This post was inspired by current events relevant to our last issue and those that came before it and will come after it, in this chapter.
I have recently come out of my metaphoric cave and been presented in Connecticut. It has been an education. While I have been telling people about the practice of Surrender Meditation, they have been hearing something else entirely. It seems that the word ‘surrender’ has a different meaning to them than it has to me, and that I will either have to find a way to get this difference across, or change the name of this exquisite practice.
From what I am hearing, it seems that the word ‘surrender’ has become trendy, and amounts to getting out of one’s own way when in the midst of a challenge of some kind or other, and to not try to control things but go with the flow, etc. The element of abandoning one’s attachment to getting a certain outcome is more to the point. I applaud this. It is a very good practice, and a prelude to real surrender. Though it has elements of surrender, it is not surrender as I mean it, and would more aptly be defined as a ‘momentary renunciation of attachment’.
Scriptural texts on the subject of surrender yoga are plentiful, and all are in agreement that real surrender is the full surrender of oneself to God (whatever your name is for That) under certain conditions meant to make this degree of surrender possible.
The purpose of this practice is union (yoga) with God—union, unity, communion, reunion, unification, with Truth—and liberation from the cycles of birth and death. It is not about navigating life, though this is inevitably affected in the process.
Surrender Yoga requires that the proper conditions are in place, and that one fully surrenders oneself to God within this context by abandoning the personal sense of being the one doing things, or being the cause of actions—thoughts, bodily movements, feelings, or even falling asleep…etc. One doesn’t try to control what happens or doesn’t happen, but abandons these kinds of desires, along with the expectations and preconceived ideas associated with them.
What I am calling ‘real surrender’ as it is taught in mystical texts on Yoga, and my own lineage of teachers, is the full surrender of oneself to God—the whole package, not just the mind, not just feelings, and not just the body, but all of it. This surrender is not just an ah-ha moment of realization in the midst of life in general.
Real surrender requires that you know what you are surrendering (yourself) and what you are surrendering it to (God). These two keys are vital. Then your surrender will protect you and take you to the Divine, God, Truth, the Absolute.
You get what you surrender to, whether you are aware of what you are surrendering to or not.
The trendy form of surrender is mild enough that you may not run into any trouble with it, though there will be some who will. I have come across some of them. Just surrendering, or just opening up, is never a good idea. It is no different than parking your car in a tough part of town with the windows down and the key in the ignition. One must be clear on WHAT one is surrendering, and WHAT one is surrendering it TO—and what that is, should always be God/Truth. If you aren’t specific, anything can come along and drive away with your car.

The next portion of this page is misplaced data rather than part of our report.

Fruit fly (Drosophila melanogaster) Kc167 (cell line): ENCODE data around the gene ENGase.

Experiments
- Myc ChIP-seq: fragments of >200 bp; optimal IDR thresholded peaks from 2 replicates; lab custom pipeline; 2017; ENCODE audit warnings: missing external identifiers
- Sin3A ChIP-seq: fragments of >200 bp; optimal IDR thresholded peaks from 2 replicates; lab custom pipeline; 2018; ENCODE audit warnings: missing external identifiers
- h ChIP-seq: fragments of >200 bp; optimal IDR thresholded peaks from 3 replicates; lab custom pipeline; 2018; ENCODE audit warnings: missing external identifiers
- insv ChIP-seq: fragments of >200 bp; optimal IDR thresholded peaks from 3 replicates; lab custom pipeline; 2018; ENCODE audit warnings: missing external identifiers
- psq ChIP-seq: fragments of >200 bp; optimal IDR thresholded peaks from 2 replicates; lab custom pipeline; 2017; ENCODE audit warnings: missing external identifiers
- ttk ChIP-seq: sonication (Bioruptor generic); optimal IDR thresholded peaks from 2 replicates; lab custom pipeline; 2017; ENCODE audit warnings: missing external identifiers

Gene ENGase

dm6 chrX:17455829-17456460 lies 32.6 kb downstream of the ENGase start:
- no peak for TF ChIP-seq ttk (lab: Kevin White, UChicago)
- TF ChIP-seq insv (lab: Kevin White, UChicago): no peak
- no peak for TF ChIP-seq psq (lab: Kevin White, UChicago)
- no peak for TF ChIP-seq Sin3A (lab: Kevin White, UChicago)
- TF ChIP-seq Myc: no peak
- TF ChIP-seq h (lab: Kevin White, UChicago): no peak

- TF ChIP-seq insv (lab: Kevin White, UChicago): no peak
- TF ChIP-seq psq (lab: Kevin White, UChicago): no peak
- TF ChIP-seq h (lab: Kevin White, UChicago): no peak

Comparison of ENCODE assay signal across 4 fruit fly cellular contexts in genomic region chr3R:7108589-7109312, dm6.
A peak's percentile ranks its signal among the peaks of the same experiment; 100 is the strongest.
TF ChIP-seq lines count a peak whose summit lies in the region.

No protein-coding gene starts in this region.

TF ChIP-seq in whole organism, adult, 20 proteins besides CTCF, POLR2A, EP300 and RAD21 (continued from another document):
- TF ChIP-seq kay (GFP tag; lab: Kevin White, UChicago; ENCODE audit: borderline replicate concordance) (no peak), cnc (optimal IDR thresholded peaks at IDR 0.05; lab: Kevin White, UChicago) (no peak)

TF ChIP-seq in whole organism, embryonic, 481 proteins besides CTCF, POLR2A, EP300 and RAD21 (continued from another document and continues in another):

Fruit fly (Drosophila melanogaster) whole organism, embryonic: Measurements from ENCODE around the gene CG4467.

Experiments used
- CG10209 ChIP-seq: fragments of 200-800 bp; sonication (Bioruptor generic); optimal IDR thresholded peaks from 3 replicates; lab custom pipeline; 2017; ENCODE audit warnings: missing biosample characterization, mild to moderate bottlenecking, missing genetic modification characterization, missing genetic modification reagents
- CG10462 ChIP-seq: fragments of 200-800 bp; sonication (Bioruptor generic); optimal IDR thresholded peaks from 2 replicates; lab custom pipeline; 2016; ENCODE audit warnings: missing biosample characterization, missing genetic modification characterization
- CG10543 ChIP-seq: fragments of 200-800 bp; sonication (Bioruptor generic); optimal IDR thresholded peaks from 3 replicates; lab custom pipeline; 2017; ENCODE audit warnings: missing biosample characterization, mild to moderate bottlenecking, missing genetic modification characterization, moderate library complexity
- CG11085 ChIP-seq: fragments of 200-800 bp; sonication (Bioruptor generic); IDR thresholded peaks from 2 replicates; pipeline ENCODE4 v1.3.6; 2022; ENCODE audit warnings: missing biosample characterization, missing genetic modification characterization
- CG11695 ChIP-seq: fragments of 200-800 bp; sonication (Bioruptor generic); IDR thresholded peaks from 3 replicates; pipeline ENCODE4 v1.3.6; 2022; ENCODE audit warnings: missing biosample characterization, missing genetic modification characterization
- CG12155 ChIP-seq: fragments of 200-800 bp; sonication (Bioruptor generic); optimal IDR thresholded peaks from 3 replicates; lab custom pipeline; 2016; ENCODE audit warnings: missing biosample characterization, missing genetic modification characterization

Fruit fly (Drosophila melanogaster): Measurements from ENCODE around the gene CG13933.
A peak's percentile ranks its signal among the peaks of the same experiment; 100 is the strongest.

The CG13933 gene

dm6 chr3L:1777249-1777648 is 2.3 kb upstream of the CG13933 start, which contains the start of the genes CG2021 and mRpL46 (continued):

To the degree that one can do this, to that same degree one is surrendered. It takes time and practice like anything else, but with the proper conditions, it is easy and pleasant, and leads to profound experiences and jet-fast progress. By resorting to God in this way, God will drive your car for you.
This is not a practice done in groups. And it is not for everyone. It is not a good fit for someone who wants what the world has to offer in the way of enjoyments, success, money, fame, family ties, approval, etc. It is only useful to those who are interested in God, Truth, the Absolute, the Divine, the Real, and to whom this comes first and is not at the bottom of a wish list.
Privacy is of paramount importance. You will not surrender much if there is someone around, or if you can be heard, walked in on or interrupted. While you might start out in less than perfect conditions, you must work toward this kind of privacy.
Another component is time. One tries to practice during the same time-period daily, for at least one hour. It is best not to do more than two hours a day if you have duties and responsibilities that take most of your time. It is a seductive practice, effortless, pleasant and laced with amazing experiences, and after some time of regular practice, there may be a temptation to increase the time.
After a few months, you will begin to notice subtle changes in yourself, often without knowing how or when they changed. This is God at work, taking care of you, because you surrendered to That.
So now, coming to the end of this discourse, I am thinking that I may revert to calling this practice by its Sanskrit name, Shaktipat Kundalini Yoga, meaning ‘the activating force given (shaktipat) for the purpose of accelerating evolution (kundalini) through union with God (yoga)’
But will such a long and enigmatic (though literal) title be acceptable? Click on “Leave a comment” at the bottom, and let me know what you think. If you have an interest in learning more about this practice, click here.
Namaste (I bow to the divine one that you really are),